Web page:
Warsaw, 30 July 1948. A member of the District Commission for the Investigation of German Crimes in Poland, Judge Halina Wereńko, heard as a witness the person specified below; the witness did not swear an oath. Having been advised of the criminal liability for making false declarations the witness testified as follows:

Name and surname Antoni Michał Juszczyński
Date of birth 1 June 1884 in Warsaw
Parents’ names Franciszek and Józefa née Przybyłowska
Religious affiliation Roman Catholic
Nationality Polish
Occupation railway fitter
Place of residence Warsaw, Łochowska Street 15, flat 38

At the outbreak of the Warsaw Uprising, I happened to be in Marymont where I was taking care of some business.

On 1 August at about 2.00 p.m., as I heard shooting, I took shelter in the flat of an acquaintance of mine, Aleksandra Pastwa, at Marii Kazimiery Street 29. I stayed in that building until the beginning of September. In August, the closest German post was in the former Gas School at the junction of Gdańska Street, Potockiej Street, and Marii Kazimiery Street, and another in the Central Institute of Physical Education. From there, the Germans were shelling the neighborhood of our house, although there were no insurgents’ posts there. As a result of the shelling, many civilians were killed or injured.

I don’t remember the exact date, but I think it was on 1 September. I saw that the German crew left the school and destroyed the buildings. At about that time, in my presence, the civilians were reading German leaflets calling on the civilians to leave Warsaw. I heard that such leaflets were dropped from the planes three times. I remember that at the end of the leaflet it was written “Pass”, and it was emphasized that the pass was valid for any number of people who were willing to come to the German side. None of my friends followed the call.

On 14 September 1944 in the morning, the Germans began a very heavy shelling of Żoliborz and Marymont from the direction of Bielany. As this was the case, I went to a shelter with other people from the house. There were about 30 of us, the majority were the inhabitants of the house. The shelter was in the garden of the house at no. 29. At about 1.30 p.m., a group of German soldiers stormed into the yard. Then they threw grenades to the door of the shelter and demanded that all the people leave it (Raus). We all came to the yard with our hands up. Then I saw a German tank on Marii Kazimiery Street, pointed in the direction of Żoliborz. A few other people brought from the adjacent estate were joined to us in the yard. Our group consisted mainly of women, there were also children in it. I was in a railway uniform, and a soldier came to me, punched me in the face, tore my hat off and began to call me names (polnische Schweine!).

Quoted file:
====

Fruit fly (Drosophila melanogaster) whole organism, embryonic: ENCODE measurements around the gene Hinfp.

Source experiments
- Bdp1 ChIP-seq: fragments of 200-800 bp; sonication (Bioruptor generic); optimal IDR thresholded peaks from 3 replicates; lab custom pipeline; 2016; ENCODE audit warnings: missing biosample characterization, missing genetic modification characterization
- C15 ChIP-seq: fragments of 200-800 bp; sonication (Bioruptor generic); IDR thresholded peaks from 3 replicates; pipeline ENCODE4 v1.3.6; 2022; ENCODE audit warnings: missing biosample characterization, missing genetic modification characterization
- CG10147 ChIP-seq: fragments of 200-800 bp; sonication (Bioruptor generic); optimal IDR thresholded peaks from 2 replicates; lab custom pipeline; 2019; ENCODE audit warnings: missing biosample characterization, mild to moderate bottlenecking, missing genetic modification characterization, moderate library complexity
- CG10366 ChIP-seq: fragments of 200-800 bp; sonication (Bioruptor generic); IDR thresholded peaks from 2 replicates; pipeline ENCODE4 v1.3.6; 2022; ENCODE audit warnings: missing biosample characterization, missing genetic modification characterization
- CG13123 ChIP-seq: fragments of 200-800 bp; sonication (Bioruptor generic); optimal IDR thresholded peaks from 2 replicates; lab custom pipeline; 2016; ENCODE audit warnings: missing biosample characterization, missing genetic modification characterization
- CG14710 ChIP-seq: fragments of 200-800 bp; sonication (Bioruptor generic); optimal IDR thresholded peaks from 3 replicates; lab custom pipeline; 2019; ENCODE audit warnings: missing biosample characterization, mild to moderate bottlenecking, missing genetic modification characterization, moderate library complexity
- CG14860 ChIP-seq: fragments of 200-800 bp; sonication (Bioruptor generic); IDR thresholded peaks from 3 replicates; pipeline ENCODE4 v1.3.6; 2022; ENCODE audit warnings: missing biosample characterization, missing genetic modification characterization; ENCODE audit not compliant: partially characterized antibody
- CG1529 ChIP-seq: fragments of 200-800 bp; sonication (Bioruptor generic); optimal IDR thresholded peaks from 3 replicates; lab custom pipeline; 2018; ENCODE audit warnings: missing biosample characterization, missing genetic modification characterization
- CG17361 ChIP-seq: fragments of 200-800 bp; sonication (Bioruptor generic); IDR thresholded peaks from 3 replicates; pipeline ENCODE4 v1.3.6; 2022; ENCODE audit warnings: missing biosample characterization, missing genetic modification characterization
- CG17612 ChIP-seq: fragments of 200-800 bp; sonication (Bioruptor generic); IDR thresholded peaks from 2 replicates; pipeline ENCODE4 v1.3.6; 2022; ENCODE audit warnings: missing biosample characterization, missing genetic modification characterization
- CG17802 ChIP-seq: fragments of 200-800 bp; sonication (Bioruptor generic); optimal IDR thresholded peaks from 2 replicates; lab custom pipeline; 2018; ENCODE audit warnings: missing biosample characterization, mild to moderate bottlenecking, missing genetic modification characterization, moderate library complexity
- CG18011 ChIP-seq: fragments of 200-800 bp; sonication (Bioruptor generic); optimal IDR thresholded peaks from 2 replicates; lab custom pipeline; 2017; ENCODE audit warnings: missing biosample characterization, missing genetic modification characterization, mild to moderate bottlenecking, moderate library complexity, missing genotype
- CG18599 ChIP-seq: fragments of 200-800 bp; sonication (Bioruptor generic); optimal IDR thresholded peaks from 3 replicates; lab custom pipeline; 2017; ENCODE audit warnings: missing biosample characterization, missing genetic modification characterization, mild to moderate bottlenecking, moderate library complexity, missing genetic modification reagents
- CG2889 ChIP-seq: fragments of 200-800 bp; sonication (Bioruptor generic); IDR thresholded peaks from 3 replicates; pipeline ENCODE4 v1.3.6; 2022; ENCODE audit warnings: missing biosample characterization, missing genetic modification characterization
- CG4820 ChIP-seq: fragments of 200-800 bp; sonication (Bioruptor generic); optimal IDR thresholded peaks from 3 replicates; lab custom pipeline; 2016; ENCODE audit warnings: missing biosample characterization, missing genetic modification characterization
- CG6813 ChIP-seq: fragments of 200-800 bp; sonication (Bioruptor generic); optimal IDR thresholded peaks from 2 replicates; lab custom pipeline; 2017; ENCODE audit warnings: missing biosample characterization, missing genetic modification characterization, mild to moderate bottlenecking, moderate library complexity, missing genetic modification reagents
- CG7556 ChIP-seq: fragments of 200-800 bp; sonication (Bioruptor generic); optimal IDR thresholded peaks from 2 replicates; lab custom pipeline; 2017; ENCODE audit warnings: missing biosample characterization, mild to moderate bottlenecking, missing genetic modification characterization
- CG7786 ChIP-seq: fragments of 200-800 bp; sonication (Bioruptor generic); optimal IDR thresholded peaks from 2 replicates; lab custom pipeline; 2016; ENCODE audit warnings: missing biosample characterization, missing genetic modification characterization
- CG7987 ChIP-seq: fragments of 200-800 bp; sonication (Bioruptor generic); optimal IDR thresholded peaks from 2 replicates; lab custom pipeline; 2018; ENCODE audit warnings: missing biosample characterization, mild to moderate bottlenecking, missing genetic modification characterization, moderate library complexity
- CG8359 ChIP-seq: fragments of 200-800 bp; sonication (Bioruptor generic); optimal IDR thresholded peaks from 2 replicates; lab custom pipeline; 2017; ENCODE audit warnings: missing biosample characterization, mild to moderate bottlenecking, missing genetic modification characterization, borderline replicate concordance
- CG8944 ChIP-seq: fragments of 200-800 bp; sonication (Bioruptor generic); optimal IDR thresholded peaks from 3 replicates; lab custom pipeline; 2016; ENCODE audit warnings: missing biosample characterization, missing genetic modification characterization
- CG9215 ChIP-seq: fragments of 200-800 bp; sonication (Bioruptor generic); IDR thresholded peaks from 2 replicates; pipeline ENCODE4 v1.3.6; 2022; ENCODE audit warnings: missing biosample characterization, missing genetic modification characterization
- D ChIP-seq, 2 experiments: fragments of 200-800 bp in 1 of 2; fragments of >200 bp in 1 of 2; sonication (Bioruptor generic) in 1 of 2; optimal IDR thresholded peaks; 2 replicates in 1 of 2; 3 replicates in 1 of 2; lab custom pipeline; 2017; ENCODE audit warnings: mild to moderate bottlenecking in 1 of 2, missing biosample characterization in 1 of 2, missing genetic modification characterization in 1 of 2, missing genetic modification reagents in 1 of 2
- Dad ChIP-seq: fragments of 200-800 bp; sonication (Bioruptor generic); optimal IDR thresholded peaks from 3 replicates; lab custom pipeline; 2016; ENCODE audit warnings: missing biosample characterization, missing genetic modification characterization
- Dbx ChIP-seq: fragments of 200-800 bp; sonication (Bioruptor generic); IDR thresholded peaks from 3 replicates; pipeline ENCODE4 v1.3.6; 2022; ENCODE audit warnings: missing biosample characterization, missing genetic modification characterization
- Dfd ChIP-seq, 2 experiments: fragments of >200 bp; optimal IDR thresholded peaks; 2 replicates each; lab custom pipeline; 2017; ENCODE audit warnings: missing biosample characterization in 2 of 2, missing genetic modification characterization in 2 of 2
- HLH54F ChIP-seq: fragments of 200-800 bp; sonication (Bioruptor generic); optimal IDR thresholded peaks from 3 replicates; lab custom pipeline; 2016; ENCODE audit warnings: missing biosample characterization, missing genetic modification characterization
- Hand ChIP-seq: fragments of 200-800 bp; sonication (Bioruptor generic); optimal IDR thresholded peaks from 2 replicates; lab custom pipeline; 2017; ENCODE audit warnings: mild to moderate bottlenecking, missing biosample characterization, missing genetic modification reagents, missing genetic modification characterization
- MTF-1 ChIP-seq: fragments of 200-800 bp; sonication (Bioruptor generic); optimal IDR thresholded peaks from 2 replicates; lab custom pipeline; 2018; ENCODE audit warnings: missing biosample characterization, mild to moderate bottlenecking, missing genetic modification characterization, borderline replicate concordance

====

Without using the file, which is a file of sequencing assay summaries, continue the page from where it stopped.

As for the soldiers who led us out, I cannot tell what kind of force it was. After some time, still with our hands up, we were led through a gate to the other side of Marii Kazimiery Street. As we were walking, the Germans were rushing us, yelling “prenko!” [quickly]. We were brought to the wall of a burned house on the even side of Marii Kazimiery Street, opposite house no. 29. We were standing with our backs to the wall, then we were told to kneel down with our hands up. A few meters away, diagonally across from the corner of the wall where we were kneeling, the Germans set up a machine gun on wheels, with a shield. People in the group began to scream and cry, but the Germans were smiling at this. When they had placed the gun, they fired a volley of shots at us. I got shot in many places: in the ring finger of my left hand, in the forearm of the left arm, in four places on my left shoulder blade, in the muscles of my left calf, and the top of my head. I fell to the ground all covered in blood. The corpses of people who had been kneeling in front of me fell on me. As I was lying on the ground, I heard the soldiers throwing grenades at the wall. Plaster chunks fell on my head, a brick hit me in the back. As I was lying with my face to the ground, I could hear groaning, spluttering, and screaming. After some time I heard the heavy steps of soldiers and single shots. After each shot some groaning or spluttering would cease. Then I understood that the soldiers were killing those who had survived the execution. I heard such sounds two more times, and every time before leaving the soldiers were throwing grenades at the wall behind us. I was conscious all the time, but I was not moving in order not to betray that I was alive.